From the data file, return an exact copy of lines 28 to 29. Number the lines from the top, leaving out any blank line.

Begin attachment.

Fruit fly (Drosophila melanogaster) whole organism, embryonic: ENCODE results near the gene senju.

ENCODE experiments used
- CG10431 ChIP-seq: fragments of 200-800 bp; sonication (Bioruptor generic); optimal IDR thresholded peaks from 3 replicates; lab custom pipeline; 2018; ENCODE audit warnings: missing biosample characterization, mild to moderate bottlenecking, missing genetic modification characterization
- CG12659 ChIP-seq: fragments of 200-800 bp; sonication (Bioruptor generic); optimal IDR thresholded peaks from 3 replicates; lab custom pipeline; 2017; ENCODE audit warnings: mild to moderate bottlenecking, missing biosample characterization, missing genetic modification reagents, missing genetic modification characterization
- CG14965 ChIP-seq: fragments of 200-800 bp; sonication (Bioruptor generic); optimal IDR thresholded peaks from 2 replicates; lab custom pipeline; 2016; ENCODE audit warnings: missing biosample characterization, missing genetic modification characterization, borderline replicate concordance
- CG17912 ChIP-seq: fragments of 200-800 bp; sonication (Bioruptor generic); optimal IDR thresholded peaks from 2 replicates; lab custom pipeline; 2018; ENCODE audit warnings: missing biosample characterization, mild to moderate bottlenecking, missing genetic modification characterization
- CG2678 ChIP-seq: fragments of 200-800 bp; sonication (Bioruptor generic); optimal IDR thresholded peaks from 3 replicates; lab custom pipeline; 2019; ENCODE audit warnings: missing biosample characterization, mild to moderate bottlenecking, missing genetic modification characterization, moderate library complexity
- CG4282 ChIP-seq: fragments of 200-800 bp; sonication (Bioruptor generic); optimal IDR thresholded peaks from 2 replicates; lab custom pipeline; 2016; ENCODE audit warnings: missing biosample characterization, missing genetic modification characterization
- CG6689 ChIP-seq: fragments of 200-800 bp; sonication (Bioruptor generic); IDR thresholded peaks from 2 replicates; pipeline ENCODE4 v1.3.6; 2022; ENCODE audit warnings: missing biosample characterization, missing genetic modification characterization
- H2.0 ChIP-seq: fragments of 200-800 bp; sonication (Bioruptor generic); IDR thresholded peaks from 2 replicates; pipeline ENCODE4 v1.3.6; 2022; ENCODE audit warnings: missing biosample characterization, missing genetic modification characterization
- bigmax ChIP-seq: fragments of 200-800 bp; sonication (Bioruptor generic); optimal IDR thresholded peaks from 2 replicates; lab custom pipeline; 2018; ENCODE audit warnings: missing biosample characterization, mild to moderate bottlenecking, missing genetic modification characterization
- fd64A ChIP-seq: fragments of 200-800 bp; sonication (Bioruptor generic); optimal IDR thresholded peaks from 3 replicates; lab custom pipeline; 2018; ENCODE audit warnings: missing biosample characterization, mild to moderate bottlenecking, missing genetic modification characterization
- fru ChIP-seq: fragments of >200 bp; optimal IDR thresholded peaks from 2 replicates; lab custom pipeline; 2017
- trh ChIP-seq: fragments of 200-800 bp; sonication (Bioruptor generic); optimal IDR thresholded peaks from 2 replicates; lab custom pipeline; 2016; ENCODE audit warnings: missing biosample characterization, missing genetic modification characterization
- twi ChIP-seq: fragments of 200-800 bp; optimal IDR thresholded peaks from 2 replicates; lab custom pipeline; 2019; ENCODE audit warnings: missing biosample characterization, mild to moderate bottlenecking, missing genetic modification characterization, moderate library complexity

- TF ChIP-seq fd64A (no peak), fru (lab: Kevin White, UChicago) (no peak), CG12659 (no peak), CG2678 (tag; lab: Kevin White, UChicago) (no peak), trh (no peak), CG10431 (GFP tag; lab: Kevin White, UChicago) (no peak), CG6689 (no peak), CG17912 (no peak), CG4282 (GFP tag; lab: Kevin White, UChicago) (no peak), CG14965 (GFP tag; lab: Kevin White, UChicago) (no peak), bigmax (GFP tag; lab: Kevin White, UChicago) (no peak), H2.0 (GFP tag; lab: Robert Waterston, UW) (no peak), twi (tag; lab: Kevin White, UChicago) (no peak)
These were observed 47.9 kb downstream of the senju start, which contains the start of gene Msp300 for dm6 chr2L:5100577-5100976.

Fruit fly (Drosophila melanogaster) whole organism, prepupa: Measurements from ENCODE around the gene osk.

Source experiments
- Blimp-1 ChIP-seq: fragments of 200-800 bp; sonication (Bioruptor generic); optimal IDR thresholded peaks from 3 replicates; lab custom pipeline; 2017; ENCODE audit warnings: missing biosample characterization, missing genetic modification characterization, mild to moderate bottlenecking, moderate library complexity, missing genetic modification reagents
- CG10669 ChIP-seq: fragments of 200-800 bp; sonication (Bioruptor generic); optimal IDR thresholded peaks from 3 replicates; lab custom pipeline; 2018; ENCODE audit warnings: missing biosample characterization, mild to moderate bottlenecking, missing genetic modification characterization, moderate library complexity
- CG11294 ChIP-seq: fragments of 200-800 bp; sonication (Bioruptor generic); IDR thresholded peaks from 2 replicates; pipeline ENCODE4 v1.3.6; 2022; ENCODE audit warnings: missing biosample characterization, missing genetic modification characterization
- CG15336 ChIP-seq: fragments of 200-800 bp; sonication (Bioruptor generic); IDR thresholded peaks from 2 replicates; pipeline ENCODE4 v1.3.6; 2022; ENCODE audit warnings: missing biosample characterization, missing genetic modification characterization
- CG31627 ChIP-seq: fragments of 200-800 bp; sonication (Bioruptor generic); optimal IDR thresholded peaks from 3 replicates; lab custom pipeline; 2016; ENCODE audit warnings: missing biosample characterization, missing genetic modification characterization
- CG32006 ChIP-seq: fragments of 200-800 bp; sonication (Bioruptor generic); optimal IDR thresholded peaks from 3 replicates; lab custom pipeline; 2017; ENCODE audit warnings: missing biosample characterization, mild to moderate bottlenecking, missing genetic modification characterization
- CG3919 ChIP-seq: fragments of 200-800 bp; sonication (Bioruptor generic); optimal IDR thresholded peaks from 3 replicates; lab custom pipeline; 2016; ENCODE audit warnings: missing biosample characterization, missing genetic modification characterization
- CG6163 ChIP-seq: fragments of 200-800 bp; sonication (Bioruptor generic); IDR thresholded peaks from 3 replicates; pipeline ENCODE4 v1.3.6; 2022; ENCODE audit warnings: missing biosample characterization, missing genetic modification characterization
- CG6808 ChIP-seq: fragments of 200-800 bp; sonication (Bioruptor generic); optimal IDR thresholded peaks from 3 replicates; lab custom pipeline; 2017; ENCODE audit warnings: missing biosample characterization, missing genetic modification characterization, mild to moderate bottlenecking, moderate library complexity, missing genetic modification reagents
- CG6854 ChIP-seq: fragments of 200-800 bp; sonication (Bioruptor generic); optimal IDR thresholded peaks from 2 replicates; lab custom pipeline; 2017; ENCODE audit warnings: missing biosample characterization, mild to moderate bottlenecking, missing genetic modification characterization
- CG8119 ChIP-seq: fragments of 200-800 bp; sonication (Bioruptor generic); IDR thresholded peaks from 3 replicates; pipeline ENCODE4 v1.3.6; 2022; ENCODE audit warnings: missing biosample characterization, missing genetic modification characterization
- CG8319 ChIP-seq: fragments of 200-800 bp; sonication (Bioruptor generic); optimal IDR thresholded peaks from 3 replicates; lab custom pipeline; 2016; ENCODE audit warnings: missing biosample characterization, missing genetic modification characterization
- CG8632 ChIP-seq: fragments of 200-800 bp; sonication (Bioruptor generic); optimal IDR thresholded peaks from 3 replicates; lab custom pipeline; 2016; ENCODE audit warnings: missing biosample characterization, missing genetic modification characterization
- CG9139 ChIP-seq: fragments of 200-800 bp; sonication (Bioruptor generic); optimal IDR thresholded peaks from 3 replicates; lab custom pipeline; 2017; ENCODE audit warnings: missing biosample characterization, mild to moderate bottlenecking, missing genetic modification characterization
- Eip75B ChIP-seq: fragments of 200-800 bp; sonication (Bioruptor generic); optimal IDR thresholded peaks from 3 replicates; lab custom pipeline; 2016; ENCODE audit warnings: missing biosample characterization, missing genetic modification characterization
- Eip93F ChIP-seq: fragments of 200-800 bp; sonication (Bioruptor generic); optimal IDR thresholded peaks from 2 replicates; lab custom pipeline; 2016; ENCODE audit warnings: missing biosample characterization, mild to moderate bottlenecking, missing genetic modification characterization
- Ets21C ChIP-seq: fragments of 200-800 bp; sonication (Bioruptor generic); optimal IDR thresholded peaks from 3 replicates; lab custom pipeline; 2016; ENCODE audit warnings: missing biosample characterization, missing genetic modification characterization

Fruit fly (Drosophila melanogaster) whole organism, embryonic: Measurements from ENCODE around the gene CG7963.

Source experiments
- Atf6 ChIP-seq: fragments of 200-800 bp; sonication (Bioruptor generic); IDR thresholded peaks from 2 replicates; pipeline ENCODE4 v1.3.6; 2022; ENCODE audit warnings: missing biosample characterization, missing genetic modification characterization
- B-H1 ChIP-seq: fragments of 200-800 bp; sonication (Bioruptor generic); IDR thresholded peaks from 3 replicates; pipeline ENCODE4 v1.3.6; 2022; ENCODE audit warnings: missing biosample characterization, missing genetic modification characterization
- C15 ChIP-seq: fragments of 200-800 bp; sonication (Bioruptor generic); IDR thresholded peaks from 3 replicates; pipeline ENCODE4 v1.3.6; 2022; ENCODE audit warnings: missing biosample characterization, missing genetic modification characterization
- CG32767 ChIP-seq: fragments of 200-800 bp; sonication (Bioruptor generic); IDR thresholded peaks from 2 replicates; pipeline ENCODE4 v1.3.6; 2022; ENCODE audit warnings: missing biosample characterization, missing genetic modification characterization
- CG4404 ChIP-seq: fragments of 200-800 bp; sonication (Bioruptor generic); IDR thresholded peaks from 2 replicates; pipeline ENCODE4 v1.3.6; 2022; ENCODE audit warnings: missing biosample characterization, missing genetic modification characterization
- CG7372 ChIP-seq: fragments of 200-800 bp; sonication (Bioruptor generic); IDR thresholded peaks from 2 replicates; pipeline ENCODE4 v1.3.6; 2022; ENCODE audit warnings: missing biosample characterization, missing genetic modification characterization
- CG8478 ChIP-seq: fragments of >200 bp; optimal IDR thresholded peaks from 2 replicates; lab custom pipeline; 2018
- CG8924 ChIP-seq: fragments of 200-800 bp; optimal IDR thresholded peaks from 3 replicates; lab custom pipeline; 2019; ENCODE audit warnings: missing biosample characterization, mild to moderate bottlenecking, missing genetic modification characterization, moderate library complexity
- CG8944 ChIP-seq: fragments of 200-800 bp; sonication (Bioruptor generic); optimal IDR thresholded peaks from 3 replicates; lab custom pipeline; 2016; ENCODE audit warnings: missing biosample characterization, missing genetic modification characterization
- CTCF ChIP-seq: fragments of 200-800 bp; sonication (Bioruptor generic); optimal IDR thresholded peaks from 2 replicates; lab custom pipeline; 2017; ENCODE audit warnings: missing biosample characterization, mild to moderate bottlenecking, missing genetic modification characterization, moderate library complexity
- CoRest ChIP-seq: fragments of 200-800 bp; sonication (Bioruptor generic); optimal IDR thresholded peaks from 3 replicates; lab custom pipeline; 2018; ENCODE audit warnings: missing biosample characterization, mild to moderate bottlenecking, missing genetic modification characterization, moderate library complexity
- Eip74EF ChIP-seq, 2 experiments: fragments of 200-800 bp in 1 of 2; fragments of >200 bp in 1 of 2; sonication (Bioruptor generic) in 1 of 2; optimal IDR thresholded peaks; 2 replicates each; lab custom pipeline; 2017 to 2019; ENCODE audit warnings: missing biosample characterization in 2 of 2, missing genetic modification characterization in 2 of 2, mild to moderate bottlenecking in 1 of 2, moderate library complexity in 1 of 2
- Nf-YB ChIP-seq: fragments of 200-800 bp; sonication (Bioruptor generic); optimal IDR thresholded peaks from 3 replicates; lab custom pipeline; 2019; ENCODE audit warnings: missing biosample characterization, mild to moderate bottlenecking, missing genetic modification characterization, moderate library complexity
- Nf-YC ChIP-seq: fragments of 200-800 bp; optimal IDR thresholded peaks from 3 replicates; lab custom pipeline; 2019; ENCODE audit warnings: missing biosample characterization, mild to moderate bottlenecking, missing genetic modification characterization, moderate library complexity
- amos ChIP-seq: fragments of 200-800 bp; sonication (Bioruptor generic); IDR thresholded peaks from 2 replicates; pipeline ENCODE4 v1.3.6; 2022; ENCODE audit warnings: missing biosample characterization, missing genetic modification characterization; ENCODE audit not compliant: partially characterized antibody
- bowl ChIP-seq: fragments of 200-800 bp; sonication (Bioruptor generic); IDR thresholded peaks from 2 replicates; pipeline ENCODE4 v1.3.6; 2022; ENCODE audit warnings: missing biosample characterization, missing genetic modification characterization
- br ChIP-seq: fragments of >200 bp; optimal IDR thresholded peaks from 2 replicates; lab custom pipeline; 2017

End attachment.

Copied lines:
- CG6808 ChIP-seq: fragments of 200-800 bp; sonication (Bioruptor generic); optimal IDR thresholded peaks from 3 replicates; lab custom pipeline; 2017; ENCODE audit warnings: missing biosample characterization, missing genetic modification characterization, mild to moderate bottlenecking, moderate library complexity, missing genetic modification reagents
- CG6854 ChIP-seq: fragments of 200-800 bp; sonication (Bioruptor generic); optimal IDR thresholded peaks from 2 replicates; lab custom pipeline; 2017; ENCODE audit warnings: missing biosample characterization, mild to moderate bottlenecking, missing genetic modification characterization